There’s something comforting about returning to musical sounds that inspire a bit of nostalgia, regardless of whether or not you can pinpoint the exact memory your brain is attempting to conjure. Music has the power to do that, to make you remember feelings rather than specific moments and This Et Al is one such band, aiding in your loss for words. The moment “Wardens” started up, I could swear I was remembering some better time in my life, though when or where, I have no idea. Admist the riffs and hectic direction of the lyrics, the song is a tumbling trip through a sort of peaceful chaos, and to top it off, it manages to capture and blend the catchy, utopian world of early rock with the edgy approach of punk, or rather, post-punk now, I guess. Remember when it was OK to have a chorus you could sing along to? “Wardens” makes it OK again.
The release of the limited edition Baby Machine (which you can purchase from their official site with a release in 2007) brings even more loud, grunge tunes that rival even the intensity of “Wardens.” “Solemn As My Rifle” comes to mind, as it slows the tempo down a bit, mixes in those drum build-ups and ends with a rather melancholic guitar melody that proves this band is more than just another post-whatever indie band with a few clever hooks and thoughtful lyrics. Although that particular song is only available for preview on their MySpace, “Can You Speak European?” does a well enough job of translating that same experience, with perhaps a bit more angst.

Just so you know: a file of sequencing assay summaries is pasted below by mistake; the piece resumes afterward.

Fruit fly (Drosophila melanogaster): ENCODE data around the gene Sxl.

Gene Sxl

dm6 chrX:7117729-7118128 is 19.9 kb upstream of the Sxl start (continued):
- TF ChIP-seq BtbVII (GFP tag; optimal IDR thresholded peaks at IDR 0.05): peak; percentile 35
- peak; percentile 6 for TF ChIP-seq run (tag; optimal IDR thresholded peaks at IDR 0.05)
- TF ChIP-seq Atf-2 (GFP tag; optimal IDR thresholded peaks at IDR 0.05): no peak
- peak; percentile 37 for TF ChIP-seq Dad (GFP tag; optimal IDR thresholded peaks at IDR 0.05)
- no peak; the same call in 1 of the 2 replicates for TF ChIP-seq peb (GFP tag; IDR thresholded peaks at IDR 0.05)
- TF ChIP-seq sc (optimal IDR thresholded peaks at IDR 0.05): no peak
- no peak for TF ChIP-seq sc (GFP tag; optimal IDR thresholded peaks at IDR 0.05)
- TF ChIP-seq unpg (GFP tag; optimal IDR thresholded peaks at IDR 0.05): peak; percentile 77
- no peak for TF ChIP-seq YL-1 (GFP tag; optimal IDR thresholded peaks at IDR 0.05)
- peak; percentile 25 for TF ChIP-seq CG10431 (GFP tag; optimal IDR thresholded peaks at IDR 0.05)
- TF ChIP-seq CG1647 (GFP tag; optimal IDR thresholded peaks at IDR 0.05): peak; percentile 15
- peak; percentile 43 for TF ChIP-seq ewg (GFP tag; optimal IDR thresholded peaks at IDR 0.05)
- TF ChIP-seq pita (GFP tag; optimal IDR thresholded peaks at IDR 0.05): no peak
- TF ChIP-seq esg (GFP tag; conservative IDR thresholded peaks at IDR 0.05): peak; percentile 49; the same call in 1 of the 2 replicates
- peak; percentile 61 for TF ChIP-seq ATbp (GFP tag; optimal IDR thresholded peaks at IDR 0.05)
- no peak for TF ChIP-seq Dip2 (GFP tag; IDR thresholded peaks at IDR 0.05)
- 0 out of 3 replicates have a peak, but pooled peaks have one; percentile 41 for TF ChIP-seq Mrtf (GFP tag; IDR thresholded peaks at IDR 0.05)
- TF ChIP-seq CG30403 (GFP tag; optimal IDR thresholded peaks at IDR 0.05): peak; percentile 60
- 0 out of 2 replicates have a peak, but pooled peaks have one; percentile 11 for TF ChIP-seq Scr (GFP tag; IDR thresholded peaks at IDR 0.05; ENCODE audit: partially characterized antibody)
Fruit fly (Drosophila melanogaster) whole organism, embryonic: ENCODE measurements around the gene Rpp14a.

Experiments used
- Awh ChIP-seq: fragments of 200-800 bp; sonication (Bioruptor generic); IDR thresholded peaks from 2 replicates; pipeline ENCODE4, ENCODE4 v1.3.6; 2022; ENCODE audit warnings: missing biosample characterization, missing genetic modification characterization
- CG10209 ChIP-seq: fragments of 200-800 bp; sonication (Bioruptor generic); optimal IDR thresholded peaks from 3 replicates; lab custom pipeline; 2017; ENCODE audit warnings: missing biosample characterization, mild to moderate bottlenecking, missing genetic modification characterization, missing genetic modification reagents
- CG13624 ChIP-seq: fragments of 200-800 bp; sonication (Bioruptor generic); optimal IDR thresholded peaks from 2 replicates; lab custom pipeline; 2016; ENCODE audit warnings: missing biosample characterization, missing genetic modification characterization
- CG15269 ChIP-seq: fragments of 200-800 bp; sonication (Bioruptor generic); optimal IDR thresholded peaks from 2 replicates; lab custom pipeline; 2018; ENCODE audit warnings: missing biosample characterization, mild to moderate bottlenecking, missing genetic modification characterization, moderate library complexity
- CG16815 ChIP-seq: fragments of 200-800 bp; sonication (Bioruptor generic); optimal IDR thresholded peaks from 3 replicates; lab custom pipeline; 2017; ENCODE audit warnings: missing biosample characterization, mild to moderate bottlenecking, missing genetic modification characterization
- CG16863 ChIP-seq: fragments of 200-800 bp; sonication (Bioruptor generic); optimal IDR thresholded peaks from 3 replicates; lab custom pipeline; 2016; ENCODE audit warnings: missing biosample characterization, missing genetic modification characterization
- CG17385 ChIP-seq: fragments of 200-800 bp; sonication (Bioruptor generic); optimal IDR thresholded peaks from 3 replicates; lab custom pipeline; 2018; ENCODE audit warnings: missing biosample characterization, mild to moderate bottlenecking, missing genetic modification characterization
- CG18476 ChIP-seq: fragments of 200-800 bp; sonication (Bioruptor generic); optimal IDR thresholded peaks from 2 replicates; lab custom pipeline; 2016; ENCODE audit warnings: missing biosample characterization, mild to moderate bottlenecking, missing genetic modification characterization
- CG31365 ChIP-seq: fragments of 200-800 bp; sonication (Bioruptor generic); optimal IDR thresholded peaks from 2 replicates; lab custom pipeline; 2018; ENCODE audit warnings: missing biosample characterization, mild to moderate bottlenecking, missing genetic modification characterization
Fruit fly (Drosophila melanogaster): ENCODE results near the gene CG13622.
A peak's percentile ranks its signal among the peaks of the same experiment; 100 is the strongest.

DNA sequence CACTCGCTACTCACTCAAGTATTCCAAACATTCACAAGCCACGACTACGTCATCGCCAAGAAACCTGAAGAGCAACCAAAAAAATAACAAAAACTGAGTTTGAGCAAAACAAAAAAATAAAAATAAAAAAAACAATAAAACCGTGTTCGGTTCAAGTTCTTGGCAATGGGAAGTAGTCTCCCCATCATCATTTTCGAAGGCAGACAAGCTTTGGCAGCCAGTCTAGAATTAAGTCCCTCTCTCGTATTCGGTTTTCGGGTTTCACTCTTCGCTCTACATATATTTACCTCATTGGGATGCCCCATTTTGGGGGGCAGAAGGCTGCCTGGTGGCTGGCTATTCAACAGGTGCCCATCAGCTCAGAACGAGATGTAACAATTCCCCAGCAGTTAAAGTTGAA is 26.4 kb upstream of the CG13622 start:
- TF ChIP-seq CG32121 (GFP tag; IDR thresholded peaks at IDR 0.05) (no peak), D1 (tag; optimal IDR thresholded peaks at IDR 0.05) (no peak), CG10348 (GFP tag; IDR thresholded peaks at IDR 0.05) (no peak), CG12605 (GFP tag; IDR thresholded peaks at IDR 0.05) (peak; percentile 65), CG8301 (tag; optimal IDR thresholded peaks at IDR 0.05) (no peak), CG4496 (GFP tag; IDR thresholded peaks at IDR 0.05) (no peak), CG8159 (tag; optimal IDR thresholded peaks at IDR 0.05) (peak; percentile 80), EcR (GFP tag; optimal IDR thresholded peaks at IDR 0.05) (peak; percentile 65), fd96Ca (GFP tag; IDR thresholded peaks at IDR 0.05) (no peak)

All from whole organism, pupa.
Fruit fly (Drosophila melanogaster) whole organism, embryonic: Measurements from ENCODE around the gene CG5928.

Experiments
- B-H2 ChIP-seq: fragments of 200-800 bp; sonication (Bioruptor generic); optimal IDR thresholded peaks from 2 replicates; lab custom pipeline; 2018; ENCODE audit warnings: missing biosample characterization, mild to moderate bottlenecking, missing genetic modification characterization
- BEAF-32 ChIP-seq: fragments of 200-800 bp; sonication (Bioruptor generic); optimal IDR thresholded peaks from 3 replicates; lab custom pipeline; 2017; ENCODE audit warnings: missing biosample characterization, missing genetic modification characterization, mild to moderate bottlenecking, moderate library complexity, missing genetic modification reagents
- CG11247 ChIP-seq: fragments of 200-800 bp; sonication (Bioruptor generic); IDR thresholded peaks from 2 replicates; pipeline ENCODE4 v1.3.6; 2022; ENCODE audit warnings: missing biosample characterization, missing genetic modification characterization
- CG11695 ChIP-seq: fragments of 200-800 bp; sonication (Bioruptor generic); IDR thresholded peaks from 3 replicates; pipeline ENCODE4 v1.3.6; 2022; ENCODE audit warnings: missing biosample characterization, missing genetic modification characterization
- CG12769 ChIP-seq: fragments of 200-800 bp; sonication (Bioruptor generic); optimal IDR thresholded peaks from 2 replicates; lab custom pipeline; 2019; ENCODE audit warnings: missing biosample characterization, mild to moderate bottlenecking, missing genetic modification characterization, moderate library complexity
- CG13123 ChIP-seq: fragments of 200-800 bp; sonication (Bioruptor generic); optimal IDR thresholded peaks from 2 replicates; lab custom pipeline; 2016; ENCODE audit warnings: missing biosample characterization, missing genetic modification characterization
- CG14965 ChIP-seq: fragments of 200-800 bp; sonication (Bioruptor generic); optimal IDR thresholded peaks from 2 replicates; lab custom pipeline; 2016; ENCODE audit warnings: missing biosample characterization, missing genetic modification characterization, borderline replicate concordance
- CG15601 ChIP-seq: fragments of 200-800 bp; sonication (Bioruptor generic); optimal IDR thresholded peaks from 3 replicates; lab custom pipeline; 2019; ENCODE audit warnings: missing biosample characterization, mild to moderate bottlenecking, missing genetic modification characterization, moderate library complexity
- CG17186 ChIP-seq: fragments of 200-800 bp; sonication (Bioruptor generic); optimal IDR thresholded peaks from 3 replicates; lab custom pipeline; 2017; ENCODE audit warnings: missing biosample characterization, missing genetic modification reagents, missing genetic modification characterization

If this album is any indication of the group’s potential success, they have some pretty great things to look forward to. And on a personal level, I am really digging it.